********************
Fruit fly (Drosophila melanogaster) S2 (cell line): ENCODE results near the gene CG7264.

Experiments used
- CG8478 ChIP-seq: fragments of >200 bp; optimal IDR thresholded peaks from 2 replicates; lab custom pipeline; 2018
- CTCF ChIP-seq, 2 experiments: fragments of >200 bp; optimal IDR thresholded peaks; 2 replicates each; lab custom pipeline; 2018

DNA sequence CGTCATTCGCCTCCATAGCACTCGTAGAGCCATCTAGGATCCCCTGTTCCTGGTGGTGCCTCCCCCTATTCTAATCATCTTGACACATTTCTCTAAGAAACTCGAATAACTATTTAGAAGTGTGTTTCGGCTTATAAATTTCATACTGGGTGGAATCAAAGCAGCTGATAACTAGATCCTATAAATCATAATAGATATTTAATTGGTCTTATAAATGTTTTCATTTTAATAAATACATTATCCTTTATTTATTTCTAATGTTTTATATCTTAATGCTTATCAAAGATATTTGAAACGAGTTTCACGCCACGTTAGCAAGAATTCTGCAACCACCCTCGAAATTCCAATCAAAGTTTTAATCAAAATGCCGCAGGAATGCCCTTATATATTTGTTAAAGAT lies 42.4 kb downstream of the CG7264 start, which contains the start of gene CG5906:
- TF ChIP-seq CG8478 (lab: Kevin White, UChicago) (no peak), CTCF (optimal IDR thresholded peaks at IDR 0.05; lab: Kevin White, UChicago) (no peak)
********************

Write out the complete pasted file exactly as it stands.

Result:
Fruit fly (Drosophila melanogaster) S2 (cell line): ENCODE results near the gene CG7264.

Experiments used
- CG8478 ChIP-seq: fragments of >200 bp; optimal IDR thresholded peaks from 2 replicates; lab custom pipeline; 2018
- CTCF ChIP-seq, 2 experiments: fragments of >200 bp; optimal IDR thresholded peaks; 2 replicates each; lab custom pipeline; 2018

DNA sequence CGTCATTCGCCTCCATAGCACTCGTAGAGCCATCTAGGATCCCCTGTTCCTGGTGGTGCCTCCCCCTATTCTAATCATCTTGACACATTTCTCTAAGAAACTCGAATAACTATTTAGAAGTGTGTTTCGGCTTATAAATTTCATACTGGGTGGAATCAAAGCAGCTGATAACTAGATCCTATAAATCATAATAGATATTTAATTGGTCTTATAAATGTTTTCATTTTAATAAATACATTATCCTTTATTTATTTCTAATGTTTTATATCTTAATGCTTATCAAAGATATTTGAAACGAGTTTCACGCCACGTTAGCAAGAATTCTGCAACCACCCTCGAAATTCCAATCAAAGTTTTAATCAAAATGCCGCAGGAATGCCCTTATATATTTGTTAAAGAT lies 42.4 kb downstream of the CG7264 start, which contains the start of gene CG5906:
- TF ChIP-seq CG8478 (lab: Kevin White, UChicago) (no peak), CTCF (optimal IDR thresholded peaks at IDR 0.05; lab: Kevin White, UChicago) (no peak)